Hebrew SeniorLife in Boston is a non-profit, non-sectarian organization that has provided communities and health care for seniors, research into aging, and education for geriatric care providers since 1903. In addition to its eight senior communities in the Boston area, HSL supports wellness through in- and out-patient services and promotes research about aging via its partnership with Harvard Medical School. One way that HSL has helped to redefine aging — or “ReAge,” the term the organization has adopted — is through an intergenerational program pairing Alzheimer’s patients with students from Harvard. Robin Stewart, the Community Life Leader at HSL’s Hebrew Rehabilitation Center, shared with us about the Harvard College Alzheimer’s Buddies (HCAB):
1) Can you explain the genesis of the Alzheimer’s Buddy program and how the partnership with Harvard came to be?
Ryan Christ arrived at Harvard in the fall of 2009. When Ryan was younger his Great Aunt Stella lived with his family. She suffered from Alzheimer’s. Ryan wanted to start some type of program that would enable other students to build a formative relationship with an Alzheimer’s patient. He met Jeffery Robbins a LICSW at Brigham and Women Hospital who had a program in the past called the Eleanor Robbins Program. Ryan also collaborated with Dr. Zaldy Tan and Dr. Ruth Kandel at Hebrew Rehabilitation Center. Dr. Kandel brought Ryan to meet me and so began our partnership. Ryan had a plan to recruit Harvard undergraduate students to volunteer: The volunteers would meet weekly with the same resident at Hebrew Rehabilitation Center in Roslindale for a minimum commitment of one semester. Ryan, Dr. Kandel and myself worked out continued criteria which continues to develop. In 2011 the program started with 10 students and last year we had 68 students visiting weekly with our residents. The Harvard College Alzheimer Buddies operate independently, the students do their own recruitment and work with Hebrew Rehabilitation Center in Roslindale to provide training for the students, support and the inclusion of staff and families.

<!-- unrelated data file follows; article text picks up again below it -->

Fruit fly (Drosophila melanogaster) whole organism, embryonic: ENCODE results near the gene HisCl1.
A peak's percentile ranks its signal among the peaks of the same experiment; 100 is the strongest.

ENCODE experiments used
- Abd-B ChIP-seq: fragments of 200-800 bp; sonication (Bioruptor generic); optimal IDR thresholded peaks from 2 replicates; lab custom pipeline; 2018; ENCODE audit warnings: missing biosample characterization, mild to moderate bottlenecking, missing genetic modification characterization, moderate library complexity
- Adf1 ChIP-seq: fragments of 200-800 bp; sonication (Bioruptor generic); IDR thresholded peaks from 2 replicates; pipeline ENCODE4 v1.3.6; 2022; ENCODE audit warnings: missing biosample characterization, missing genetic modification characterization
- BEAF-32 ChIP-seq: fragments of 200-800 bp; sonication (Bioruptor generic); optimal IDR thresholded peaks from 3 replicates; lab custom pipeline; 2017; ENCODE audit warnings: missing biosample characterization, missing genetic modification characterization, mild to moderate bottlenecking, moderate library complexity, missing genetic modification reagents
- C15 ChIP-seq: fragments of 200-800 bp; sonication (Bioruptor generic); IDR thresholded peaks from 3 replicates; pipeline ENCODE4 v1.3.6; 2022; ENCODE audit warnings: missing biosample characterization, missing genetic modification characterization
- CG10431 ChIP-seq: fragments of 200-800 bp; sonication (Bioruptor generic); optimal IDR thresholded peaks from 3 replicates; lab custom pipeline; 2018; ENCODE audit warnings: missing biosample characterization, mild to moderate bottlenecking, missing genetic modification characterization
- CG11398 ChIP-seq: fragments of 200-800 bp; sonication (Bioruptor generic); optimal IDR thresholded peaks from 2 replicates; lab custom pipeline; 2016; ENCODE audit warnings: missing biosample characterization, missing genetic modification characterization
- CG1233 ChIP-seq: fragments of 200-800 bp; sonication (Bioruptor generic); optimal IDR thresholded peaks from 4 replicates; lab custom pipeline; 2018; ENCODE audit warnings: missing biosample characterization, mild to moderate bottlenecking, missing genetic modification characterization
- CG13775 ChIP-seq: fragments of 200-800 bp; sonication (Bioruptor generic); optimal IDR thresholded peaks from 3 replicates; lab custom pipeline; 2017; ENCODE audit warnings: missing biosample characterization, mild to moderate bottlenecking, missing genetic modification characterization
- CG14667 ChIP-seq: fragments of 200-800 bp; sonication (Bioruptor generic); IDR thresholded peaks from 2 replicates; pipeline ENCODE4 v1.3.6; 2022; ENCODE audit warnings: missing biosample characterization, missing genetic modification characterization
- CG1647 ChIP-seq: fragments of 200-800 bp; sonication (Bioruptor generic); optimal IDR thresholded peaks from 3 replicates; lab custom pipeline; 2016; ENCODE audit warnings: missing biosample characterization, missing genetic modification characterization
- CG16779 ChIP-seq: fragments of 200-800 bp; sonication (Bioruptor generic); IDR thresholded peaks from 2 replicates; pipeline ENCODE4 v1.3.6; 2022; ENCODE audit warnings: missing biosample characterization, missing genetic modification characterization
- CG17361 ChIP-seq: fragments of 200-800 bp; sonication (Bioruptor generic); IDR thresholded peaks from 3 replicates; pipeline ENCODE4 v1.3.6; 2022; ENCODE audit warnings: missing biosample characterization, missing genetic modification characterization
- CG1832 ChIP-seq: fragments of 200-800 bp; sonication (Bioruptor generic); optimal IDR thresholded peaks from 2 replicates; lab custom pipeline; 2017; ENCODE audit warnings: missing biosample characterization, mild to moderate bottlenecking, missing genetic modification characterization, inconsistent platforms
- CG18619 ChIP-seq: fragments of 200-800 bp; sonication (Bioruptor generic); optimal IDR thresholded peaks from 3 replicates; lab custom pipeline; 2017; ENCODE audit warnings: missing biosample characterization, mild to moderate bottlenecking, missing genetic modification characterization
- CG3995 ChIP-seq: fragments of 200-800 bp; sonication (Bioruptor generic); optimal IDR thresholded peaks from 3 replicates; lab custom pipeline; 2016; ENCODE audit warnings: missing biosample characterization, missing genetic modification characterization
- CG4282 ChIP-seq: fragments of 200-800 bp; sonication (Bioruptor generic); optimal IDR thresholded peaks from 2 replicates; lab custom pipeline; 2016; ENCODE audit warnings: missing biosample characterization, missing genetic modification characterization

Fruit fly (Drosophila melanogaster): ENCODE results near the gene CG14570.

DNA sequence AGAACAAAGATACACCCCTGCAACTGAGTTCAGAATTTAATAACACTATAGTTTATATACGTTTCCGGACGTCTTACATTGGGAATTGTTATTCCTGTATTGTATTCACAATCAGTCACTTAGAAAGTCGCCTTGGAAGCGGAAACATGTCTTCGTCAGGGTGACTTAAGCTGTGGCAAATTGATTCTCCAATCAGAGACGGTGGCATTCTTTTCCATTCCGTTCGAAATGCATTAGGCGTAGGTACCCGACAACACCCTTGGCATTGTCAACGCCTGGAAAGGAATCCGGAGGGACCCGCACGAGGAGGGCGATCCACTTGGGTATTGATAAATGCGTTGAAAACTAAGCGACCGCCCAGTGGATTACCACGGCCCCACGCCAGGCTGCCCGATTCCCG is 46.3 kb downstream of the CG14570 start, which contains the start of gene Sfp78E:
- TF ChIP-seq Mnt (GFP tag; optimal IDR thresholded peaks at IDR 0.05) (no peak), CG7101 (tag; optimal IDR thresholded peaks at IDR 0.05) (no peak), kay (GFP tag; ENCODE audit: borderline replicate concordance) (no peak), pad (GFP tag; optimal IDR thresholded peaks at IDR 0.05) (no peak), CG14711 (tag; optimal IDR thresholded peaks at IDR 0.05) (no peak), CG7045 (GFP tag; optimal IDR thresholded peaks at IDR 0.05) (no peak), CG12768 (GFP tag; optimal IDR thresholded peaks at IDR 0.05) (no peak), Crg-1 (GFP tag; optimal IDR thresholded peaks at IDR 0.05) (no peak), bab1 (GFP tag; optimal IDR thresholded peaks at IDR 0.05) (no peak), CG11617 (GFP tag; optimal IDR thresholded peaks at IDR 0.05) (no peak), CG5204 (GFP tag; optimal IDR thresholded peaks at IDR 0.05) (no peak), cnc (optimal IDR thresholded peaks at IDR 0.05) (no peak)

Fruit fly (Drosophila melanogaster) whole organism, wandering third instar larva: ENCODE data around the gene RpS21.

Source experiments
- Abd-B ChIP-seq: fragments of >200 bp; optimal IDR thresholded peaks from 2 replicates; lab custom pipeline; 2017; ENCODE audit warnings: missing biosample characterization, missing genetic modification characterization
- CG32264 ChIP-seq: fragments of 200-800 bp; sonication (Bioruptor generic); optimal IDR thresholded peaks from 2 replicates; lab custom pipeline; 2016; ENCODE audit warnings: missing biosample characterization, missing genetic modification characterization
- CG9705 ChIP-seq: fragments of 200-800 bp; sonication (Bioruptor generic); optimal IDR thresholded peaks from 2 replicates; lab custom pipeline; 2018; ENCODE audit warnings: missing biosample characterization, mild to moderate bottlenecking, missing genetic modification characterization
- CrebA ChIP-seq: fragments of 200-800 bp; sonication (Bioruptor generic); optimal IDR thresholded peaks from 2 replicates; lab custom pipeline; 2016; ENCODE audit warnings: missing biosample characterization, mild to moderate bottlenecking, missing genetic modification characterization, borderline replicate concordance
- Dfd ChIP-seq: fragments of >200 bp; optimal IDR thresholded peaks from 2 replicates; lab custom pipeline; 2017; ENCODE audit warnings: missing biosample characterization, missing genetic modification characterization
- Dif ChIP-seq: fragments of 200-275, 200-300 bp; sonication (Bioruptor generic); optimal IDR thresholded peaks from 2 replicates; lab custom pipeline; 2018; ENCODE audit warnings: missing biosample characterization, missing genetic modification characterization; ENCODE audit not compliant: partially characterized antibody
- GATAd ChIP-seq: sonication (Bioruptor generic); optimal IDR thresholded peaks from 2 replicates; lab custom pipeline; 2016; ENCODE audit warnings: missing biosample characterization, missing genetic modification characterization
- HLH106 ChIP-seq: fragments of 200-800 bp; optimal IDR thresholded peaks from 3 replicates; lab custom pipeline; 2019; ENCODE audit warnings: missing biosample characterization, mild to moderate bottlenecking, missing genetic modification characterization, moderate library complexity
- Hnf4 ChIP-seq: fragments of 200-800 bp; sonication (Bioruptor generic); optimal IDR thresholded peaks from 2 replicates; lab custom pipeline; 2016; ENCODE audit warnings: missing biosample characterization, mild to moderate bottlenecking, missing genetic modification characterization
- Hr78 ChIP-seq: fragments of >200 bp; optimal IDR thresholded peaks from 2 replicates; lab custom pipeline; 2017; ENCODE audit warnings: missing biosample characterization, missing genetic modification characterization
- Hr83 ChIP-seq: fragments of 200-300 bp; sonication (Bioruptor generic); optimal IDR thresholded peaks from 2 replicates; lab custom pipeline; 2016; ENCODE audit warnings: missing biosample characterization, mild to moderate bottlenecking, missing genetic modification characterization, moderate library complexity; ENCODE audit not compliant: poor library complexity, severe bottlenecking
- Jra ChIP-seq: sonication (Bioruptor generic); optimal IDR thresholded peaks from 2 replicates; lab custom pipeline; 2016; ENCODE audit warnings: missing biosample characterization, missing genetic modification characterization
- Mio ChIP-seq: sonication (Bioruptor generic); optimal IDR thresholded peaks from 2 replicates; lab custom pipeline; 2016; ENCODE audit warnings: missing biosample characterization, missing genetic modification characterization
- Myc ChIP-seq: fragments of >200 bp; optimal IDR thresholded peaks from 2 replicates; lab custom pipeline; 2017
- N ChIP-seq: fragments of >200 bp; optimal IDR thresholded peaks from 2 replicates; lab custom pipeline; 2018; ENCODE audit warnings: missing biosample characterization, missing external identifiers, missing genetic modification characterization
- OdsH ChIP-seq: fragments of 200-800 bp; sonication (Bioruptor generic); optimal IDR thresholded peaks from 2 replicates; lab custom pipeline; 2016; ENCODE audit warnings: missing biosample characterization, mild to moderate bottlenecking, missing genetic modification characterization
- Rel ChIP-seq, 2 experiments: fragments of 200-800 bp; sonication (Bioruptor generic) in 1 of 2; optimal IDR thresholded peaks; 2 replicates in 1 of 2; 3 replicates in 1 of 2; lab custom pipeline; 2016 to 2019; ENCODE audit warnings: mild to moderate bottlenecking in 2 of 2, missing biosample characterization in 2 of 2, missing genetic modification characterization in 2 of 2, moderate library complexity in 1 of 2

2) The notion that both buddies and patients are going through “transitions” is an interesting one. Can you expand on that?
The students leave their homes and their families, go off to college and have to learn to navigate the world in a different way than they have prior. The students are transitioning from a teenager-hood to a young adulthood and must start making their own decisions on what direction they will take for their future. Our residents are also transitioning. They have also left their homes and families and are living in a place that is different for them. The residents and students are both going through unfamiliar times for them and finding comfort in the friendship they find with each other. The students bring their experiences and life stories of being young in a fast-moving lifestyle. The residents bring experience and some memories they can share with the students. We have had residents give advice on job interviews, medical school choices and even dating! One major benefit is that because families often view their loved one by all the skills and memories they have lost, a student comes in and sees only the resident that is there and is able to view all the skills and memories that are left. The experience often brings new insight into the resident with dementia from families.
3) Could you tell us a bit about the Symposium?
The Symposium is something the students organize on their own: They plan for the speakers and locations, and they raise funds and supporters. Advisors such as Jeff Robbins and myself help as needed. Bill Burgey from the HebrewSeniorLife Marketing Department has been a valuable guide to the students. It is a massive undertaking to present this level of speakers, but the hope is to provide information for professionals and caregivers on dementia, support systems and other topical issues. Meredith Vieira has been a big support of the Symposiums.